Reflection #36 – ‘I Will Question You!’

During our COVID-19 shutdown, Pastor Zekveld plans to provide a personal reflection from Tuesday through Friday.

‘I Will Question You!’

Job was angry with God. Wouldn’t you be?

Job was a good man, a righteous man, and holy. He loved his family. He cared for the poor. He stood up for the oppressed and fought injustice. His advice was respected everywhere he went. If ever there was anyone who didn’t deserve suffering, it was Job!

But God sent Him wave after wave of heavy affliction: the death of his 10 children and loss of all his wealth. He was afflicted from head to toe with painful sores. He was rejected by his wife, and lost all his friends. The incredible pain, grief, shame, and loneliness he suffered were more than enough to destroy his life in every dimension.

So this believer, this righteous man, Job, became very, very upset, even angry with God. He was full of arguments and accusations against God. He had all kinds of questions for God.

Why has God overloaded me with suffering? What did I do to deserve this? How is this fair? Is God just? Why do so many evil people lounge around in the lap of luxury and get away with their abuse? Does it make no difference to God whether you’re righteous or wicked? Why do I strive hard to keep God’s commandments when it makes no difference to God? Does God really know how to run the world? Is He truly wise and good? If He is, I surely can’t see Him!


Job cried out to God:

Let me know why You are fighting me! Do You find it good to oppress me…while You smile at the plans of the wicked?

Job 10:2-3

He even wanted to take God to court! 

Oh, that I knew where I might find Him, that I might come even to His seat! I would lay my case before Him and fill my mouth with arguments.

Job 23:3-4

God described Job as a faultfinder who was contending with the Almighty. (Job 40:2) After Job argued and argued with God, God finally answered him: I will question you.

I will question you, and you will answer Me.

Job 38:3, 40:7

Then He asked Job question after question:

  • Where were you when I laid the foundation of the earth? Tell me, if you’re so wise!  
  • Can you direct the stars and order the seasons?
  • Can you make the clouds drop rain and the earth give dew?
  • Can you manage the lives of mountain goats, of wild horses and oxen, of ostriches, Behemoth and Leviathan?

In other words, God was challenging Job: Who are you? Who are you to question God? Do you think you can do a better job of ruling the world than I? Do you really understand all that I am doing, the good and perfect plan I am pursuing and advancing?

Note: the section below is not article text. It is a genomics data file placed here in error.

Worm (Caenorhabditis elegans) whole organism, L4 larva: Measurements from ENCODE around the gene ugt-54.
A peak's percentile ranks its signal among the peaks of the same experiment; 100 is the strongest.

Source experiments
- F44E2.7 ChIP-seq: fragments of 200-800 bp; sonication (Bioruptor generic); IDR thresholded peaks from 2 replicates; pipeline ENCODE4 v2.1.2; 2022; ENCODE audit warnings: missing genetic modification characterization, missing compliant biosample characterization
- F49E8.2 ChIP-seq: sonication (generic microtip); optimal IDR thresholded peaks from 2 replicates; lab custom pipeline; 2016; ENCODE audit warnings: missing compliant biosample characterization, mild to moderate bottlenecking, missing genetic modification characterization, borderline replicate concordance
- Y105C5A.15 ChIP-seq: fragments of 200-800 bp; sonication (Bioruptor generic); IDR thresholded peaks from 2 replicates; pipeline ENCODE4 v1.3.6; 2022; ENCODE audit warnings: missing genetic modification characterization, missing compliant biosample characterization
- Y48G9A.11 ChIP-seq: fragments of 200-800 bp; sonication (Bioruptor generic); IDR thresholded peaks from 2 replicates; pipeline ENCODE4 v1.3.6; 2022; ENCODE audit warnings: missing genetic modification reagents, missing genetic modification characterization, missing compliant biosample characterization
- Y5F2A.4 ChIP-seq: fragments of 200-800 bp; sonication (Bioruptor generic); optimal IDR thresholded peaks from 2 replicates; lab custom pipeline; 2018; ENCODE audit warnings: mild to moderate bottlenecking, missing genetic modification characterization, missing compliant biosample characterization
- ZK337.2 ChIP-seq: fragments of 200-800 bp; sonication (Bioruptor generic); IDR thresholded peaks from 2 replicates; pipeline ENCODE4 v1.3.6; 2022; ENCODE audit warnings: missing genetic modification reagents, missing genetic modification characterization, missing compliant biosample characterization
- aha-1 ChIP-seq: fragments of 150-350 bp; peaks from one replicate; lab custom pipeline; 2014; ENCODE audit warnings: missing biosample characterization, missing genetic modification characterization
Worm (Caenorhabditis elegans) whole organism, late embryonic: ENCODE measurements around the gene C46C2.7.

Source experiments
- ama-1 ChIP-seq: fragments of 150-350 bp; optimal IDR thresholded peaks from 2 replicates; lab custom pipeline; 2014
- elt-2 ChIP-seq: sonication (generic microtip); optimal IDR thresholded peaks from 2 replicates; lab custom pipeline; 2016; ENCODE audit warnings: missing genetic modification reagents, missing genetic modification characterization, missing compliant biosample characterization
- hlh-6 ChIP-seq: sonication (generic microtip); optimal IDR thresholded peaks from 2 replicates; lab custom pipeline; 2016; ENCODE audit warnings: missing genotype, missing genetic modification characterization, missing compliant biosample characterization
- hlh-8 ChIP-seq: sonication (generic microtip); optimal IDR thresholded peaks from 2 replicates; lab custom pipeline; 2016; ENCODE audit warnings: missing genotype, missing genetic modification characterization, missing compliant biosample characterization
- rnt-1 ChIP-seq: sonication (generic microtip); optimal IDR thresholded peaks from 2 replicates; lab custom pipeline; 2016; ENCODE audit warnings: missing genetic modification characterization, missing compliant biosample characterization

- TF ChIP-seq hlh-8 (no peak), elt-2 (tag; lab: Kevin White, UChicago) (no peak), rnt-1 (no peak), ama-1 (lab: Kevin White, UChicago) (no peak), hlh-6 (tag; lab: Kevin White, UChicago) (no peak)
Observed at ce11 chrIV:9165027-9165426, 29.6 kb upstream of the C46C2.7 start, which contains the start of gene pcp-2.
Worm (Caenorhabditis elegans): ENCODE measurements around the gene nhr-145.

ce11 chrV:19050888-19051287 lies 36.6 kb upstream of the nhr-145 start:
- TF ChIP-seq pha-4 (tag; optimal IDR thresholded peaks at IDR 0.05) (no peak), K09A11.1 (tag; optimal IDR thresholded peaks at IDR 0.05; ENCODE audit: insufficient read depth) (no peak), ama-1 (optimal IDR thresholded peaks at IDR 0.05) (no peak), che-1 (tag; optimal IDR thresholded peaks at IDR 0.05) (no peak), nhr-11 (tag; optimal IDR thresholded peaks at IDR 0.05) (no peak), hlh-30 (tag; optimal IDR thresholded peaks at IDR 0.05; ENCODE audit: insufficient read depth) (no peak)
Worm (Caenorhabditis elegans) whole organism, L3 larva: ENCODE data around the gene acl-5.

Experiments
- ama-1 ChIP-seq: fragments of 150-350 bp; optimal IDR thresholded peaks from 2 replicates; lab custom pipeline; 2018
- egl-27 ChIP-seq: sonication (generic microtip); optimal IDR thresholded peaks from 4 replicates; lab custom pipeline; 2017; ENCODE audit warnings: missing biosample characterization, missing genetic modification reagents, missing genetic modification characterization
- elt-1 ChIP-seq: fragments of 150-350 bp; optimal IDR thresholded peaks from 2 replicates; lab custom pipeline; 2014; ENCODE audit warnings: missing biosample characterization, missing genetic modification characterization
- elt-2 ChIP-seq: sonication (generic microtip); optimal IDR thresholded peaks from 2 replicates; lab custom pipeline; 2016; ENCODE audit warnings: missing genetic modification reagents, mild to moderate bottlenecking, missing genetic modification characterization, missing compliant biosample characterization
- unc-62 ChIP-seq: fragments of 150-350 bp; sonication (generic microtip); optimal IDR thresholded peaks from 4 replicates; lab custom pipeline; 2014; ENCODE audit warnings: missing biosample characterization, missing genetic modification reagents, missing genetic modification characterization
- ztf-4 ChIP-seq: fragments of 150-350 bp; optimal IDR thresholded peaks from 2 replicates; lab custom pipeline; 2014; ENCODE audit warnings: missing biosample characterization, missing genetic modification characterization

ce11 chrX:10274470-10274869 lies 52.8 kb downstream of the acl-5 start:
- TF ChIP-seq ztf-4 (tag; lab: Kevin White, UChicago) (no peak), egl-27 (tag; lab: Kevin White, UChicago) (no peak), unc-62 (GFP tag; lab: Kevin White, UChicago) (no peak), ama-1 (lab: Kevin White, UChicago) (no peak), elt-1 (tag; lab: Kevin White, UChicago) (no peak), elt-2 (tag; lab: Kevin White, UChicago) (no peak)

A man was talking to his neighbor some time ago on a cold, wet, windy day. “What miserable weather!” he said, in disgust. His neighbor rebuked him, “Do you think you could do better?”

It’s a lesson we all need to learn in  messed up, sin-cursed world. God has a right to question us about our lives, because He is God. But we don’t have the right to question God, because we are creatures, and sinful.

I don’t mean that we may never ask, “Why are you doing this, God?” “Where are You, God?” But in our questions we should never accuse God of doing a poor job of running the world. We should not try to become His advisors. The Bible says: Who has known the mind of the Lord so that he can advise Him? (1 Corinthians 2:16)

God is doing an amazingly, incomprehensibly superb and wise job of running the world! Just because we very little people can’t see what He’s doing doesn’t mean God doesn’t know what He’s doing!

Everything that happens, in every detail, whether good or evil, happy or sad, comfortable or crushing, is specially arranged by God:

  1. for His glory,
  2. for the good of those who trust in Him, and
  3. for the total destruction of all evil and injustice.

The ultimate proof is the cross of Jesus Christ – where unimaginable evil and injustice were arranged by God in such a way as to accomplish the greatest good that ever happened: our eternal salvation!

Job could safely entrust his life to this good God even when everything was so bad – and so can you. Through the trial of suffering, God would bring Job to the triumph of glory.

A friend of mine was converted by Job 38 where God says, “I will question you, and you will answer Me. Where were you when I laid the foundation of the earth?” In her pride she demanded from God an answer to all her questions, an explanation for all His actions. She expected God to give an account to her.  

Then she realized she had reversed reality. Reality is that she is insignificant and God is great; she must answer to God, not He to her. When God put her in her place with these words, I will question you, she found peace in the midst of suffering.

She had met the God who was so great that He could work good out of evil. She trusted Him to save her even when what He was doing didn’t make any sense to her.